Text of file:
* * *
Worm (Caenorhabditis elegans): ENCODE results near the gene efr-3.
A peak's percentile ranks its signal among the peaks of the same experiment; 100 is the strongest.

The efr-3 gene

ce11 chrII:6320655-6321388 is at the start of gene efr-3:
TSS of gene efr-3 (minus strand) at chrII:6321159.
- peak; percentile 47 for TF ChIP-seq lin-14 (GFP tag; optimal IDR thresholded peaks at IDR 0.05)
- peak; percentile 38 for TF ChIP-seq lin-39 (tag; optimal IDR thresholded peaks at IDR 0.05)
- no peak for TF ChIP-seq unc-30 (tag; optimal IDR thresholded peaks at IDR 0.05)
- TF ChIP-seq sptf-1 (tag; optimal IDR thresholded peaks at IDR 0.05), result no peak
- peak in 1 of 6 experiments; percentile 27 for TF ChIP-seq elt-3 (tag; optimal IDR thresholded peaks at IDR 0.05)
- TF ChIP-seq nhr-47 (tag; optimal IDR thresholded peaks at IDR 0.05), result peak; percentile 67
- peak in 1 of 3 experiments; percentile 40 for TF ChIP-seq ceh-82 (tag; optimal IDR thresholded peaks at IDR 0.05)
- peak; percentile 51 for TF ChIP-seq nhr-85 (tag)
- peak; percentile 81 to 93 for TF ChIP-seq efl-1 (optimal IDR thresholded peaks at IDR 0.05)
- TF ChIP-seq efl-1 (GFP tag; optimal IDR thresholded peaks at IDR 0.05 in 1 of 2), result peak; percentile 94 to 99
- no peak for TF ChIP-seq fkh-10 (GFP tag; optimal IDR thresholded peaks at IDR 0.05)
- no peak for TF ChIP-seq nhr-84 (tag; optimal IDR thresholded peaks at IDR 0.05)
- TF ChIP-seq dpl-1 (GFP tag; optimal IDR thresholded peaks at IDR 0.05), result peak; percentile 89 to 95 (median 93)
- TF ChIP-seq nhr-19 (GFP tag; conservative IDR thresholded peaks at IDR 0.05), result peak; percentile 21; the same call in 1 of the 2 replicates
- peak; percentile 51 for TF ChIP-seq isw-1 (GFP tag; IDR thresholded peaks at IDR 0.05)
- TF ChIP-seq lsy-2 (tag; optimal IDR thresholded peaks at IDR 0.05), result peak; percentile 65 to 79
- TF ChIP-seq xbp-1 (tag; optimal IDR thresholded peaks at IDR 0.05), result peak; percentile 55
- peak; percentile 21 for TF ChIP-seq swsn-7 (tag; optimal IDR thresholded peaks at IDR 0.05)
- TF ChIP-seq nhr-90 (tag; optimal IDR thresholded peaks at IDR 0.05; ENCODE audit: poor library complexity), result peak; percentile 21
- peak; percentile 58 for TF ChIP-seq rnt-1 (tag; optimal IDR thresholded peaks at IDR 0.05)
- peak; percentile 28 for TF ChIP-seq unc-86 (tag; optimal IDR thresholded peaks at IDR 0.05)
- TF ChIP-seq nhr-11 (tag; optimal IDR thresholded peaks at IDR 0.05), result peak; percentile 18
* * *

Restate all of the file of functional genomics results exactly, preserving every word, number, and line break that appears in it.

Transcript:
Worm (Caenorhabditis elegans): ENCODE results near the gene efr-3.
A peak's percentile ranks its signal among the peaks of the same experiment; 100 is the strongest.

The efr-3 gene

ce11 chrII:6320655-6321388 is at the start of gene efr-3:
TSS of gene efr-3 (minus strand) at chrII:6321159.
- peak; percentile 47 for TF ChIP-seq lin-14 (GFP tag; optimal IDR thresholded peaks at IDR 0.05)
- peak; percentile 38 for TF ChIP-seq lin-39 (tag; optimal IDR thresholded peaks at IDR 0.05)
- no peak for TF ChIP-seq unc-30 (tag; optimal IDR thresholded peaks at IDR 0.05)
- TF ChIP-seq sptf-1 (tag; optimal IDR thresholded peaks at IDR 0.05), result no peak
- peak in 1 of 6 experiments; percentile 27 for TF ChIP-seq elt-3 (tag; optimal IDR thresholded peaks at IDR 0.05)
- TF ChIP-seq nhr-47 (tag; optimal IDR thresholded peaks at IDR 0.05), result peak; percentile 67
- peak in 1 of 3 experiments; percentile 40 for TF ChIP-seq ceh-82 (tag; optimal IDR thresholded peaks at IDR 0.05)
- peak; percentile 51 for TF ChIP-seq nhr-85 (tag)
- peak; percentile 81 to 93 for TF ChIP-seq efl-1 (optimal IDR thresholded peaks at IDR 0.05)
- TF ChIP-seq efl-1 (GFP tag; optimal IDR thresholded peaks at IDR 0.05 in 1 of 2), result peak; percentile 94 to 99
- no peak for TF ChIP-seq fkh-10 (GFP tag; optimal IDR thresholded peaks at IDR 0.05)
- no peak for TF ChIP-seq nhr-84 (tag; optimal IDR thresholded peaks at IDR 0.05)
- TF ChIP-seq dpl-1 (GFP tag; optimal IDR thresholded peaks at IDR 0.05), result peak; percentile 89 to 95 (median 93)
- TF ChIP-seq nhr-19 (GFP tag; conservative IDR thresholded peaks at IDR 0.05), result peak; percentile 21; the same call in 1 of the 2 replicates
- peak; percentile 51 for TF ChIP-seq isw-1 (GFP tag; IDR thresholded peaks at IDR 0.05)
- TF ChIP-seq lsy-2 (tag; optimal IDR thresholded peaks at IDR 0.05), result peak; percentile 65 to 79
- TF ChIP-seq xbp-1 (tag; optimal IDR thresholded peaks at IDR 0.05), result peak; percentile 55
- peak; percentile 21 for TF ChIP-seq swsn-7 (tag; optimal IDR thresholded peaks at IDR 0.05)
- TF ChIP-seq nhr-90 (tag; optimal IDR thresholded peaks at IDR 0.05; ENCODE audit: poor library complexity), result peak; percentile 21
- peak; percentile 58 for TF ChIP-seq rnt-1 (tag; optimal IDR thresholded peaks at IDR 0.05)
- peak; percentile 28 for TF ChIP-seq unc-86 (tag; optimal IDR thresholded peaks at IDR 0.05)
- TF ChIP-seq nhr-11 (tag; optimal IDR thresholded peaks at IDR 0.05), result peak; percentile 18